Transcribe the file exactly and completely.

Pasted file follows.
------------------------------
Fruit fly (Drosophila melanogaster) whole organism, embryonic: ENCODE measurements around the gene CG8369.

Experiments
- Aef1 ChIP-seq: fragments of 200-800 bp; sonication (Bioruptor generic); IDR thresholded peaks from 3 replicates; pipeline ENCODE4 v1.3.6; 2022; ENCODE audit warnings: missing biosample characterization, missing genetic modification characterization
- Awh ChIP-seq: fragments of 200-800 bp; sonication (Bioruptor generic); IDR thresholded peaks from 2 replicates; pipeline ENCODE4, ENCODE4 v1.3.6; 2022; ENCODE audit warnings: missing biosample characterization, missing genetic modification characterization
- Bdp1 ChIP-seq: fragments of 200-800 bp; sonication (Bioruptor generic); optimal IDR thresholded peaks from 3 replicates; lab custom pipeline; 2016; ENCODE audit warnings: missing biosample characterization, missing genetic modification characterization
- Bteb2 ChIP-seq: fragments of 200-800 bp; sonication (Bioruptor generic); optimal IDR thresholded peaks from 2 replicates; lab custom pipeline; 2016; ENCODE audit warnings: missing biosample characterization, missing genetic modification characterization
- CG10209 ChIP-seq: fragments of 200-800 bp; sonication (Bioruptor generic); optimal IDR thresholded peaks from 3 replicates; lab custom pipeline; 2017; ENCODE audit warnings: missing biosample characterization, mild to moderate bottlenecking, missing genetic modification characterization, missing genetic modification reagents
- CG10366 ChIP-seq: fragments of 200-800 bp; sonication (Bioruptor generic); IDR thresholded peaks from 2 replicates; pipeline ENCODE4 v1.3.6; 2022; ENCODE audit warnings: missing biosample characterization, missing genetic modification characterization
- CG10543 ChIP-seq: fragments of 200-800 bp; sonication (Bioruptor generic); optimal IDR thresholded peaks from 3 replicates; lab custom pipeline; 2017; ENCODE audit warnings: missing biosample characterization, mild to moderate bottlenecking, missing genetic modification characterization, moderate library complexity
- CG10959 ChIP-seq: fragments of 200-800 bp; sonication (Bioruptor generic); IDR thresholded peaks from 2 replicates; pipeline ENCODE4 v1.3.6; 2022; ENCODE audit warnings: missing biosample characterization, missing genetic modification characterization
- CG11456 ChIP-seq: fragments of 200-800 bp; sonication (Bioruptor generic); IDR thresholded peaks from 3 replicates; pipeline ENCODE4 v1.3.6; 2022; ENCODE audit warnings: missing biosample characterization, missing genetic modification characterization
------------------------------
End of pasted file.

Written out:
Fruit fly (Drosophila melanogaster) whole organism, embryonic: ENCODE measurements around the gene CG8369.

Experiments
- Aef1 ChIP-seq: fragments of 200-800 bp; sonication (Bioruptor generic); IDR thresholded peaks from 3 replicates; pipeline ENCODE4 v1.3.6; 2022; ENCODE audit warnings: missing biosample characterization, missing genetic modification characterization
- Awh ChIP-seq: fragments of 200-800 bp; sonication (Bioruptor generic); IDR thresholded peaks from 2 replicates; pipeline ENCODE4, ENCODE4 v1.3.6; 2022; ENCODE audit warnings: missing biosample characterization, missing genetic modification characterization
- Bdp1 ChIP-seq: fragments of 200-800 bp; sonication (Bioruptor generic); optimal IDR thresholded peaks from 3 replicates; lab custom pipeline; 2016; ENCODE audit warnings: missing biosample characterization, missing genetic modification characterization
- Bteb2 ChIP-seq: fragments of 200-800 bp; sonication (Bioruptor generic); optimal IDR thresholded peaks from 2 replicates; lab custom pipeline; 2016; ENCODE audit warnings: missing biosample characterization, missing genetic modification characterization
- CG10209 ChIP-seq: fragments of 200-800 bp; sonication (Bioruptor generic); optimal IDR thresholded peaks from 3 replicates; lab custom pipeline; 2017; ENCODE audit warnings: missing biosample characterization, mild to moderate bottlenecking, missing genetic modification characterization, missing genetic modification reagents
- CG10366 ChIP-seq: fragments of 200-800 bp; sonication (Bioruptor generic); IDR thresholded peaks from 2 replicates; pipeline ENCODE4 v1.3.6; 2022; ENCODE audit warnings: missing biosample characterization, missing genetic modification characterization
- CG10543 ChIP-seq: fragments of 200-800 bp; sonication (Bioruptor generic); optimal IDR thresholded peaks from 3 replicates; lab custom pipeline; 2017; ENCODE audit warnings: missing biosample characterization, mild to moderate bottlenecking, missing genetic modification characterization, moderate library complexity
- CG10959 ChIP-seq: fragments of 200-800 bp; sonication (Bioruptor generic); IDR thresholded peaks from 2 replicates; pipeline ENCODE4 v1.3.6; 2022; ENCODE audit warnings: missing biosample characterization, missing genetic modification characterization
- CG11456 ChIP-seq: fragments of 200-800 bp; sonication (Bioruptor generic); IDR thresholded peaks from 3 replicates; pipeline ENCODE4 v1.3.6; 2022; ENCODE audit warnings: missing biosample characterization, missing genetic modification characterization